You can see that the managers of MTGE and AGNC have the same basic theory about interest rates, which is that they are going to remain relatively stable, and AGNC has a little more protection and less risk in the event of a possible increase in rates compared with MTGE or MITT. MITT's management has a different idea; it has set up the portfolio in such a way as to benefit from a decrease in interest rates, and the bigger the decrease the better.
Who is right? Time will tell. The consequences for an increase in interest rates will be much more painful for MITT and MTGE, however.
Derivative vs. Interest Income
We had some conversation the other day to the effect that a lot of these companies, especially the smaller ones, use the derivative income they have as a substantial portion of their overall income. You want to know if the company you are investing in is making its money in mortgage income versus speculating in derivatives.
Also, we want to know whether this income or loss is "realized," that is it actually made it, or "unrealized," which is all on paper for the moment.
|Realized Derivative Income/Loss ($M)||26.4||-2.6||-2.162|
|Realized Derivative/Interest Ratio||2.4%||-25.5%||-13.2%|
|Unrealized Derivatives Income($M)||378.9||1.4||9.929|
Here is where AGNC is the star, and the other two funds are showing their relative youth. AGNC had a $26M realized derivative income last year, which was only 2% of its operating income and has an unrealized derivative income of $379M on the books, which is one big smiley face on the income statement, except as you know, there are no guarantees on anything.
The two smaller companies had realized derivative losses in their income statements, and their derivative trading activities represent a much bigger percentage of their net income or loss, however, that does not necessarily need to be bad if they are successful. Note that MTGE has an unrealized gain on derivatives equal to about 60% of the August through December profit.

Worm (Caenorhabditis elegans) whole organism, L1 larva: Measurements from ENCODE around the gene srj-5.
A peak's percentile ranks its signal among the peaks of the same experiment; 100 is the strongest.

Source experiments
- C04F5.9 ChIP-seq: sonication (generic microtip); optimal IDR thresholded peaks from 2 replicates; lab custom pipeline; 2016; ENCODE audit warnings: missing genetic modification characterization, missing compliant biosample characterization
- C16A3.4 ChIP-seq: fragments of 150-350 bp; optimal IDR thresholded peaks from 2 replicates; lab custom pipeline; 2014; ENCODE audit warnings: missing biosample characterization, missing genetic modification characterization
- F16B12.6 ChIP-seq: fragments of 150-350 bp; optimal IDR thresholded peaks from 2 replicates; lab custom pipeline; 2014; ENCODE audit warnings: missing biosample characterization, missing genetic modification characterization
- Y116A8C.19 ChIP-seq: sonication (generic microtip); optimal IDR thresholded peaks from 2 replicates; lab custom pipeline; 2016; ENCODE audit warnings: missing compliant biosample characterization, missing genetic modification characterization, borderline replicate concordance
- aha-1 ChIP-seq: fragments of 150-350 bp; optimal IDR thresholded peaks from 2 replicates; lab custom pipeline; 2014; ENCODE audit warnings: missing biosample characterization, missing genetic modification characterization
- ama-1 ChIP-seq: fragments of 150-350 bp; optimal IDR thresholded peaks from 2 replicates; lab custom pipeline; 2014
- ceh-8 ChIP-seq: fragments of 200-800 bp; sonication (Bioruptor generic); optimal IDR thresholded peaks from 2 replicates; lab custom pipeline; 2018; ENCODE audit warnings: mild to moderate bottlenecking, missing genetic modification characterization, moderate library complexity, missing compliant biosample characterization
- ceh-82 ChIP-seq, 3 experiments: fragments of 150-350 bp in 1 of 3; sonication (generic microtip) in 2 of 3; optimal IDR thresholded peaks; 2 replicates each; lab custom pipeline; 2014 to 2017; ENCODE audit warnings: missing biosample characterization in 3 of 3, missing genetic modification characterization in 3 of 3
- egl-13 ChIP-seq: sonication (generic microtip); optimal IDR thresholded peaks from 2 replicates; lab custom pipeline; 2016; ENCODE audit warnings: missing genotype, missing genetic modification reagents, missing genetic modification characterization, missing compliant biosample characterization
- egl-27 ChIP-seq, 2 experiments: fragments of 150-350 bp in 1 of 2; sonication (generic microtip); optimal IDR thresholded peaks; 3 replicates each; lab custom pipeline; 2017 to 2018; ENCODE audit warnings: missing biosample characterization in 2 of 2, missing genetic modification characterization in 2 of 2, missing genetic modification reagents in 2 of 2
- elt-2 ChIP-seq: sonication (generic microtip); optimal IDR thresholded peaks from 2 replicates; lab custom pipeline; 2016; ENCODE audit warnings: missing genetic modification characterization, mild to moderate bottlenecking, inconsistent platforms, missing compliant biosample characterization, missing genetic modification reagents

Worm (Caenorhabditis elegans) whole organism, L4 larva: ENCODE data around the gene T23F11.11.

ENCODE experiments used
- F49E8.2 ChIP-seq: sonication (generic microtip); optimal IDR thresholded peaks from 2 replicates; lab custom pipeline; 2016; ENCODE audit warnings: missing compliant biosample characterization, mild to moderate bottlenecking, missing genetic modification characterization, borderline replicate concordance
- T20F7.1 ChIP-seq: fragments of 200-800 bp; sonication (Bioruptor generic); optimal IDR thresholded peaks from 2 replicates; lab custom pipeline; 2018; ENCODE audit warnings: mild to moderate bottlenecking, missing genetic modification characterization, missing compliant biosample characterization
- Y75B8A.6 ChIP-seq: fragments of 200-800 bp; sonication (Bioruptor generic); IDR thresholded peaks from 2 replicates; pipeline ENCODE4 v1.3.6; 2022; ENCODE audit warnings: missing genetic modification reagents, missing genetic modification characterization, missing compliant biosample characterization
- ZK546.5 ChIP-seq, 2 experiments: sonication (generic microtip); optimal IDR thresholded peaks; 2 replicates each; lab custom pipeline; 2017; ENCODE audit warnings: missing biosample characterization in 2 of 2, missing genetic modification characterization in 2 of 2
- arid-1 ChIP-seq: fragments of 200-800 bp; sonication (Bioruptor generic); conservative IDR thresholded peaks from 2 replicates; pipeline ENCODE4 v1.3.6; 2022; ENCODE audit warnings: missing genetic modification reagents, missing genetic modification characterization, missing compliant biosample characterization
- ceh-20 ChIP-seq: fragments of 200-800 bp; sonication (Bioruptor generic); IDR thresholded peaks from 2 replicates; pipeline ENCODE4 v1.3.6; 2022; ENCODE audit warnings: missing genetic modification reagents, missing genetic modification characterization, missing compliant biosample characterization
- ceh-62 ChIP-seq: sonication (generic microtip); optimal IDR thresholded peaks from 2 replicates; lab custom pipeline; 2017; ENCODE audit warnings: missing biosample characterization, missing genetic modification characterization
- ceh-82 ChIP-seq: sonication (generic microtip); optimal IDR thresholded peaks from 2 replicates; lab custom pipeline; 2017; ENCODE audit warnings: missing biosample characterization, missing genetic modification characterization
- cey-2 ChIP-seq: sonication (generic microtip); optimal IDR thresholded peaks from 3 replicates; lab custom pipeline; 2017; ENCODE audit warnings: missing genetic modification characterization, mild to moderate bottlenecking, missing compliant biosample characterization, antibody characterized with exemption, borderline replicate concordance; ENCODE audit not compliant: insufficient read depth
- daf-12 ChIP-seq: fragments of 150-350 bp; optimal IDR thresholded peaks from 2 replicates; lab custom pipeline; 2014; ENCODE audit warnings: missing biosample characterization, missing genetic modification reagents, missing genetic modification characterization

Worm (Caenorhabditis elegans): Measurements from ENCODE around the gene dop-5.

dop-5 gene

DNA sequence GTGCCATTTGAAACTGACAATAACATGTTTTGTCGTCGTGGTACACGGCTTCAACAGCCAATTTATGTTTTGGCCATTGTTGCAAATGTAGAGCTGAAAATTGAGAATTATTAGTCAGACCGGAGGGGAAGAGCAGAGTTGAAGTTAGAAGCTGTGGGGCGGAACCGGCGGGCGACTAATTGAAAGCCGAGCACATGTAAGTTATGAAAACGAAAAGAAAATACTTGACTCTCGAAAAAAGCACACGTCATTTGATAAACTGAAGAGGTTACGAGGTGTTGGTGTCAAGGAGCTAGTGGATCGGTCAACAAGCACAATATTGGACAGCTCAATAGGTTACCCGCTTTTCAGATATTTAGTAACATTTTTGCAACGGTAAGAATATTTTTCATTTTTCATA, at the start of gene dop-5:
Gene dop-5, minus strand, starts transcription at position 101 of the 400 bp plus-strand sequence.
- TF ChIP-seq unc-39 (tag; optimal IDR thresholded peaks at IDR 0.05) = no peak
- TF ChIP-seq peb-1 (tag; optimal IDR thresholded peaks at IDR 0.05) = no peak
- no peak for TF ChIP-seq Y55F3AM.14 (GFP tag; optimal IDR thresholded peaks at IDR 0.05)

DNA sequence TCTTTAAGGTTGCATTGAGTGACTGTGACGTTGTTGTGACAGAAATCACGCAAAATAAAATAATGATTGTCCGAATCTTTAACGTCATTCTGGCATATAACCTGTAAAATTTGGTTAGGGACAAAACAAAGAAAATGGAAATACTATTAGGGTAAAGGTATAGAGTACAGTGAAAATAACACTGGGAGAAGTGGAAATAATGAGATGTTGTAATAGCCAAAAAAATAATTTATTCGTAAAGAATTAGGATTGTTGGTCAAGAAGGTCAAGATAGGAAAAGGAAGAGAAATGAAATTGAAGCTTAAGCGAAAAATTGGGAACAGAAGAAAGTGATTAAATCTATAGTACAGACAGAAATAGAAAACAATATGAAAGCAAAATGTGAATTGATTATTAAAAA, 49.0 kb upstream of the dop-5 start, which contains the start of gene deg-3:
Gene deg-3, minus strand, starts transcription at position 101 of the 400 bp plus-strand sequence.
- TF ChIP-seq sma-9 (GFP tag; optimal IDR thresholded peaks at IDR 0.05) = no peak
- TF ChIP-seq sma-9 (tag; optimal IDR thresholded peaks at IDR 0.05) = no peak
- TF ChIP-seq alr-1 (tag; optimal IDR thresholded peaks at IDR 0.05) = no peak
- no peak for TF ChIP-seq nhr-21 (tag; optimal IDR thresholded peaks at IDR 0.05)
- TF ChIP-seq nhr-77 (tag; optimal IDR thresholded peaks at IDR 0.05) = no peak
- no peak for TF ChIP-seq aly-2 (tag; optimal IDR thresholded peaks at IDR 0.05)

So what to make of all of this:
The first question is: Is there a compelling reason to pick one of the young funds, MITT or MTGE over the other? If you think that interest rates will go down, MITT will do better, because it has set up the derivatives and hedging in anticipation of it. It has also had a recent share issuance, and as we have discussed in this article, it's a sign that the management intends to get the company much bigger, which means more dividend security at least while it is on the steep part of their growth curve.
The benefit to MTGE is that the yield is a couple of percent higher, even with the relatively inflated stock price, it has the same management as the well-respected AGNC, and at the moment has some favorable derivative income on the books, which could help keep the dividend stable for at least another quarter or two. It has announced its own share issuance, it will be more aggressive about turning it into performing assets than MITT is, which is something we know from the leverage number, above.
The second question is: Would you be better off in either of these new funds than in AGNC? Well, we know that the days of rapid growth for AGNC are probably nearing their end because it is already quite large. Once growth stops in these funds, the problem becomes how to manage the portfolio to keep the dividend constant. You can envision AGNC as this big, profitable, stable fund of 100% government backed mortgages that is still paying nearly 17% dividends, and with some insurance against rising interest rates, and a relatively small part of the activity based on derivatives trading, notwithstanding the $379M of favorable positions sitting on the books. The risk here is that the interest rates will go down, the margins will continue to shrink, and it will have to cut the dividend at some point. I believe this is at least a quarter or two off, but that is the underlying risk.
As we are so fond of saying, the world is chaotic, and there are no guarantees on anything, but at least at this point, we know the risks and potential rewards.
Do with this information what you will.